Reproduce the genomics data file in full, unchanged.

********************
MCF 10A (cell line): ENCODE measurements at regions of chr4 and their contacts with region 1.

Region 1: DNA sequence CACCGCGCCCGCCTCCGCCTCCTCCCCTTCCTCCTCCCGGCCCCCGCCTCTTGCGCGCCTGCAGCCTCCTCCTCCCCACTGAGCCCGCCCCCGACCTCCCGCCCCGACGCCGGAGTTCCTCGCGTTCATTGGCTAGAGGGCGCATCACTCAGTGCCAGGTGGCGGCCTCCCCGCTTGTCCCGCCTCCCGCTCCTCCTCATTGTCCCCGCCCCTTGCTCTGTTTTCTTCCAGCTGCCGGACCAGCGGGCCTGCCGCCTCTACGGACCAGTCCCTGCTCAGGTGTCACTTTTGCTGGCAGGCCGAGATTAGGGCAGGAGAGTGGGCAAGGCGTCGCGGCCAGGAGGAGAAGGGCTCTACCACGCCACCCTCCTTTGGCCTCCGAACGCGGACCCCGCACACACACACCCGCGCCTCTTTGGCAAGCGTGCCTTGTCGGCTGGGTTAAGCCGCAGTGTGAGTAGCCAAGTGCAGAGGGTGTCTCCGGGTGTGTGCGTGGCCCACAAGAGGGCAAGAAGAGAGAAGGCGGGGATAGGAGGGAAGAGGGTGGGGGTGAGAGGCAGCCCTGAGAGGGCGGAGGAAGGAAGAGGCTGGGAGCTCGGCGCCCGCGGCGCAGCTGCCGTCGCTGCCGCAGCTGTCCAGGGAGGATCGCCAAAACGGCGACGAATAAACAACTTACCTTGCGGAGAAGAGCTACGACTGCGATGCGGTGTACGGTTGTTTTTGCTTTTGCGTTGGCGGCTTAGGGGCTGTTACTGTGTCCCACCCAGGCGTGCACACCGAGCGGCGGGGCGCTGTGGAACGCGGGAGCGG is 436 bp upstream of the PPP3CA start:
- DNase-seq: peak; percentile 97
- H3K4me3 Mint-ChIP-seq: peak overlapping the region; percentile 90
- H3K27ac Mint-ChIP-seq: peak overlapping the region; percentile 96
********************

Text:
MCF 10A (cell line): ENCODE measurements at regions of chr4 and their contacts with region 1.

Region 1: DNA sequence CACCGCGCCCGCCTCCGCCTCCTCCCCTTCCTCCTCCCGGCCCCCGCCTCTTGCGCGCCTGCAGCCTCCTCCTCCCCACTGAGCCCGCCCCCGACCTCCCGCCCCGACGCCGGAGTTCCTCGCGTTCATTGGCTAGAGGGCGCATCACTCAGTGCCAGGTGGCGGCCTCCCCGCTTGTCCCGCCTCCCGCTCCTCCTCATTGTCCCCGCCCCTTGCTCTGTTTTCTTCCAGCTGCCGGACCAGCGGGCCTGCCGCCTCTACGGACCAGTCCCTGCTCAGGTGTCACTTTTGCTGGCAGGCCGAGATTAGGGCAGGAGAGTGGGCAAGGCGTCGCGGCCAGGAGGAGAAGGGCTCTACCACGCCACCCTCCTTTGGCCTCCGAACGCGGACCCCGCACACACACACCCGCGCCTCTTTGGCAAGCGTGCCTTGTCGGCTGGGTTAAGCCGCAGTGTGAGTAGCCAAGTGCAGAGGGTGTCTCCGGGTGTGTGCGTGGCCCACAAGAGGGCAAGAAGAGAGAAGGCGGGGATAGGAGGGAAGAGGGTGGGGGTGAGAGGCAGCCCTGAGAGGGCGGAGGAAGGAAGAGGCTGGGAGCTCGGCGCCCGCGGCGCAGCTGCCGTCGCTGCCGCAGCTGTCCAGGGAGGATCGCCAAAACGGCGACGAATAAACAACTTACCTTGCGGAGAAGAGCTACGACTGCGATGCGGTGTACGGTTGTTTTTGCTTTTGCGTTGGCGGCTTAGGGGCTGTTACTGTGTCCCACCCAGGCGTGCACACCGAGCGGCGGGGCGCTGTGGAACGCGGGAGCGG is 436 bp upstream of the PPP3CA start:
- DNase-seq: peak; percentile 97
- H3K4me3 Mint-ChIP-seq: peak overlapping the region; percentile 90
- H3K27ac Mint-ChIP-seq: peak overlapping the region; percentile 96